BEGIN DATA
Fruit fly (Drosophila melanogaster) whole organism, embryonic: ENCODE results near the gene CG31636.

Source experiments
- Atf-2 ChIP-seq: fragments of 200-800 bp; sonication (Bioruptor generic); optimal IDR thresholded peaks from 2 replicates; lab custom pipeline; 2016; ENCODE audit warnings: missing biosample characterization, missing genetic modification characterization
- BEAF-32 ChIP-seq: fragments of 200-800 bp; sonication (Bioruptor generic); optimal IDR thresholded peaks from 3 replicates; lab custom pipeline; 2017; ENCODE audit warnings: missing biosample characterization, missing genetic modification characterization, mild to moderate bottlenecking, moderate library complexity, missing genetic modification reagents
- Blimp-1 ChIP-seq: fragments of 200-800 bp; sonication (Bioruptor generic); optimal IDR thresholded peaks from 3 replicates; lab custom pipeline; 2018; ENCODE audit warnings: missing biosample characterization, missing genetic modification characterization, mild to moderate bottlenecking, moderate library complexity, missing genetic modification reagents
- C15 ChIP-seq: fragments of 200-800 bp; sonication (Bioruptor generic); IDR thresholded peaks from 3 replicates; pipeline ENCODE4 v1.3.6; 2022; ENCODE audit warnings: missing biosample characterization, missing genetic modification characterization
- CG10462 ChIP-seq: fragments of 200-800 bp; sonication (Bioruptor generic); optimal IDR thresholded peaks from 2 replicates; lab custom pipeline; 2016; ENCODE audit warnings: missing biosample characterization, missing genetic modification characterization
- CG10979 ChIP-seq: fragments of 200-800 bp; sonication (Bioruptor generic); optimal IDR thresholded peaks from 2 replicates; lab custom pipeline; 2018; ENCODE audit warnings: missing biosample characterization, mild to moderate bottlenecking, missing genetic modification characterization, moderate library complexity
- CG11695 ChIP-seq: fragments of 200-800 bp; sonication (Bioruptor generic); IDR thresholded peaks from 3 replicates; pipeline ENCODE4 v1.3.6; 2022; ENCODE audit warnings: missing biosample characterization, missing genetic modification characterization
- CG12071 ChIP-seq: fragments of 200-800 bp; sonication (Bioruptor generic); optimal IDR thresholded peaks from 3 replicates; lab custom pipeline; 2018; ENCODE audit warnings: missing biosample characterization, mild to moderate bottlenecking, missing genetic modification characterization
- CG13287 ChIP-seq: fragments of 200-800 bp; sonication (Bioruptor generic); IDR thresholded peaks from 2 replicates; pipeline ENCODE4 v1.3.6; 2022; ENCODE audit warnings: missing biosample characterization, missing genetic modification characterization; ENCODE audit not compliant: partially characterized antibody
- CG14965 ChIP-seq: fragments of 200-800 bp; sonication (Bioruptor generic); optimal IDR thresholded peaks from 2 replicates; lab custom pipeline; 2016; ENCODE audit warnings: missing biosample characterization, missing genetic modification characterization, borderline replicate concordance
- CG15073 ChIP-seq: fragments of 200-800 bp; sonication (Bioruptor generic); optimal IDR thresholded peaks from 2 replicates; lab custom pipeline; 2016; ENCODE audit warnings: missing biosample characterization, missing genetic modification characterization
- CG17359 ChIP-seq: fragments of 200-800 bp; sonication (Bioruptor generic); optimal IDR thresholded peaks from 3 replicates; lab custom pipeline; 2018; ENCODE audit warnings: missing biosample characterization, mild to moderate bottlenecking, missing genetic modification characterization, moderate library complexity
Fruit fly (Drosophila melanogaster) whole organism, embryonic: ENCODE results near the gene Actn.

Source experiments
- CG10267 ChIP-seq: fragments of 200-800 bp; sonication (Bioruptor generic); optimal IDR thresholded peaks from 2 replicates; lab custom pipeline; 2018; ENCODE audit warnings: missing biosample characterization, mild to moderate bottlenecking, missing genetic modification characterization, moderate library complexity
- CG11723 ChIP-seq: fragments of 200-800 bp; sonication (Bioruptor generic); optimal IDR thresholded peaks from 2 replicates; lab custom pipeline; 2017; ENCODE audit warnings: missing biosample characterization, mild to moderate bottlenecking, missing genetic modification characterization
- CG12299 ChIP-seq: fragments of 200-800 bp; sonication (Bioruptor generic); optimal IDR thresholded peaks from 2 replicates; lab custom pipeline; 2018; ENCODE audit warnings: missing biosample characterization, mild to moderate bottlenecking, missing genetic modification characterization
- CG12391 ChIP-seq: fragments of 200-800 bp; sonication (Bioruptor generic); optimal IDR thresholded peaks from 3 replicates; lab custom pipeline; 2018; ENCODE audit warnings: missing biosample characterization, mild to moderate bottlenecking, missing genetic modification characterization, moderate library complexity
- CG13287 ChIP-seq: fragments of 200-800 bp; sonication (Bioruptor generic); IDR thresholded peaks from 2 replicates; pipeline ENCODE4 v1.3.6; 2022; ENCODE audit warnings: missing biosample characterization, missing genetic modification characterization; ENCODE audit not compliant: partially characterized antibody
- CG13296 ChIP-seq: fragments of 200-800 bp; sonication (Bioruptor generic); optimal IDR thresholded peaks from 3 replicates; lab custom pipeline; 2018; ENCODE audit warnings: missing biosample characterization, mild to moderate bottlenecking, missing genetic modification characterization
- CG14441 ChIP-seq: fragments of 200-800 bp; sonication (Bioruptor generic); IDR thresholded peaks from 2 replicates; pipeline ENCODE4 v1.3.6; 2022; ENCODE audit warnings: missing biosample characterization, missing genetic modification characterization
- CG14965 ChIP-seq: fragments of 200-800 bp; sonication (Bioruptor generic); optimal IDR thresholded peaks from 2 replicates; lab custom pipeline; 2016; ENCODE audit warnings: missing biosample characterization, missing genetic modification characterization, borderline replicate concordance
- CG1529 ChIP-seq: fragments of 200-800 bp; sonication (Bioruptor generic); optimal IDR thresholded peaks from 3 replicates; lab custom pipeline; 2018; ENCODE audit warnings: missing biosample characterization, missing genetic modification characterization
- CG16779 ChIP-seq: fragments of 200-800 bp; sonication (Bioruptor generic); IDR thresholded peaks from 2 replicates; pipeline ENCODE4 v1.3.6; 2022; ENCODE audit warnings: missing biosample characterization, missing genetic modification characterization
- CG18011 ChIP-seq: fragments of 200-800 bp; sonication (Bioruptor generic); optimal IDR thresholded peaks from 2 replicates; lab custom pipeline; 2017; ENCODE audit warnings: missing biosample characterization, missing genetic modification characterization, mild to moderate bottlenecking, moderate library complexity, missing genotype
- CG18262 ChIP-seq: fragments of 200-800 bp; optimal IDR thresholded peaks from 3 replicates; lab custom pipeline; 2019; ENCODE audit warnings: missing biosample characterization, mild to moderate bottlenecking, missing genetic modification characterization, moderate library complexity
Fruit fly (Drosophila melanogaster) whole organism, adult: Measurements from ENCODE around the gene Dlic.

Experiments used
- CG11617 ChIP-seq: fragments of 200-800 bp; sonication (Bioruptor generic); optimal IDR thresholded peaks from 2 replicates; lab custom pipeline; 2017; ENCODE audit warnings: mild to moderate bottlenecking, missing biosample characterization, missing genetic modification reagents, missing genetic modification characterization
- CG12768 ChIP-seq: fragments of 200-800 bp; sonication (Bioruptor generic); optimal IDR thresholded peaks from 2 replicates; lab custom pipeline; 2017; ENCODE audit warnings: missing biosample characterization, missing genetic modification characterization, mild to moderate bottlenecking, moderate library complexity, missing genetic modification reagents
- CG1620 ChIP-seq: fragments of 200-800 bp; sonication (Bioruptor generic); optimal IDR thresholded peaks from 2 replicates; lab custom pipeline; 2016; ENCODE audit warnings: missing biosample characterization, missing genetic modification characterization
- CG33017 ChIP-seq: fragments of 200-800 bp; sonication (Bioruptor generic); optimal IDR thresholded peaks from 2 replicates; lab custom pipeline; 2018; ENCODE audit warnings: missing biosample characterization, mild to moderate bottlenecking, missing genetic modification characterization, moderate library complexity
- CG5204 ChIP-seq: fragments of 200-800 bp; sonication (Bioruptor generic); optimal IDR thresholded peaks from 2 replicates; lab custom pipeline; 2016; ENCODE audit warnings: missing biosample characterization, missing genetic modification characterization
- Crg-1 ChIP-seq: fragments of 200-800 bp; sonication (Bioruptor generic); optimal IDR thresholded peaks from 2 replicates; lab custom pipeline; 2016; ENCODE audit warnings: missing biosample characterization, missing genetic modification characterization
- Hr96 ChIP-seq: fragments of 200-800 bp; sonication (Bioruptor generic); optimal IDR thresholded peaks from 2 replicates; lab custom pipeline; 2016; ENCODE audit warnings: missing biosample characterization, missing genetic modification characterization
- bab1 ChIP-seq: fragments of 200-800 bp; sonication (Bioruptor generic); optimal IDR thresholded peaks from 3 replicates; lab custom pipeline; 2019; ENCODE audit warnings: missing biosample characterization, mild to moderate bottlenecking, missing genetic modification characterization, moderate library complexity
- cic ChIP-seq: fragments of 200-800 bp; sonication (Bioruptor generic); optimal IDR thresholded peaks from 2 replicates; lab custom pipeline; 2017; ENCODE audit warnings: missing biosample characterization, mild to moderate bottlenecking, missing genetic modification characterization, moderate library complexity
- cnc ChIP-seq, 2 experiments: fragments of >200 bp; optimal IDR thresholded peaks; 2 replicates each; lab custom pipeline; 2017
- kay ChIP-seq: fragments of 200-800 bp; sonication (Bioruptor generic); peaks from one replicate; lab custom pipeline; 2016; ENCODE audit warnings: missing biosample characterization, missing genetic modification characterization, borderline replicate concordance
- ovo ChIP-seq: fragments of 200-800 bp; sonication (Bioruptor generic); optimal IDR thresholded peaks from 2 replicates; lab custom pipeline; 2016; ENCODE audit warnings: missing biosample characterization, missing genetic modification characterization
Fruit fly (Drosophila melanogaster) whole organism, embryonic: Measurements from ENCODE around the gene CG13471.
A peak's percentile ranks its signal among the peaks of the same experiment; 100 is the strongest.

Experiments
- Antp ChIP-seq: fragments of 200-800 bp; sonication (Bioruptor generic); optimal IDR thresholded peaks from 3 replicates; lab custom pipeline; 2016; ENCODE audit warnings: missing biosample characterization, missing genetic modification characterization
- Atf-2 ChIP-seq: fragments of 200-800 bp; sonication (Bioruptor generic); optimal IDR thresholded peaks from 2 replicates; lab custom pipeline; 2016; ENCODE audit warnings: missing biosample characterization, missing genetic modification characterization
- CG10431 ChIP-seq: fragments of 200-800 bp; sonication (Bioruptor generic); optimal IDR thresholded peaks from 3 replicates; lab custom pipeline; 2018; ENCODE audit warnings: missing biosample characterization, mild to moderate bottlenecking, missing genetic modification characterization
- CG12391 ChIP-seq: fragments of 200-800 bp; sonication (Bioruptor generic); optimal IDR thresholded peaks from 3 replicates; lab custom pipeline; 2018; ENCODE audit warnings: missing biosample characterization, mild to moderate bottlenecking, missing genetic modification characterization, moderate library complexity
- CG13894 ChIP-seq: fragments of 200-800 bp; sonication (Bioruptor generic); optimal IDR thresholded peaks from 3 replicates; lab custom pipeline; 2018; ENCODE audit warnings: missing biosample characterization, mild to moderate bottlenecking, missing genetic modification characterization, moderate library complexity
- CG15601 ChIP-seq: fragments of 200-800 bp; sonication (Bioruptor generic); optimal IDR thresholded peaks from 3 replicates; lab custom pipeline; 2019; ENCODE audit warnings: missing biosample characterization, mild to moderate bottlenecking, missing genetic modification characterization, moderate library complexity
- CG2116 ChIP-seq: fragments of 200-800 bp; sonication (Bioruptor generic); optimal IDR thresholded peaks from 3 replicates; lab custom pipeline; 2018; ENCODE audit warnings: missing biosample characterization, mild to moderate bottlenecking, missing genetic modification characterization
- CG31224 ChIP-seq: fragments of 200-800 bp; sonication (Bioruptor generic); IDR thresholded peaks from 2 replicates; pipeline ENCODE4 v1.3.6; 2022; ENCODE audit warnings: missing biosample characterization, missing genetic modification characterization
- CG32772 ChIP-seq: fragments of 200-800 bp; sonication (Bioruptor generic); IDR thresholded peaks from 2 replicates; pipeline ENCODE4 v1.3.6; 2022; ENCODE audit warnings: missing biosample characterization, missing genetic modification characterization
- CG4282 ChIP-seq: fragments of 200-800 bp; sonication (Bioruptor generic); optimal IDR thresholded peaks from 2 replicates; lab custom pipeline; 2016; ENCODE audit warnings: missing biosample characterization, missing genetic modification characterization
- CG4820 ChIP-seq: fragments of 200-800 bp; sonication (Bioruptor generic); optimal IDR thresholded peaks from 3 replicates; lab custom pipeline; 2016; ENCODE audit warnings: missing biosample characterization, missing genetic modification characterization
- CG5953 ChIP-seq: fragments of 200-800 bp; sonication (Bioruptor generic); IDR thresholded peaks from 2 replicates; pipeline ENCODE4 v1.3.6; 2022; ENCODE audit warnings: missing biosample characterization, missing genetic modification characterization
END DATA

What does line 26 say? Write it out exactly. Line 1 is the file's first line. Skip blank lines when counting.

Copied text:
- CG16779 ChIP-seq: fragments of 200-800 bp; sonication (Bioruptor generic); IDR thresholded peaks from 2 replicates; pipeline ENCODE4 v1.3.6; 2022; ENCODE audit warnings: missing biosample characterization, missing genetic modification characterization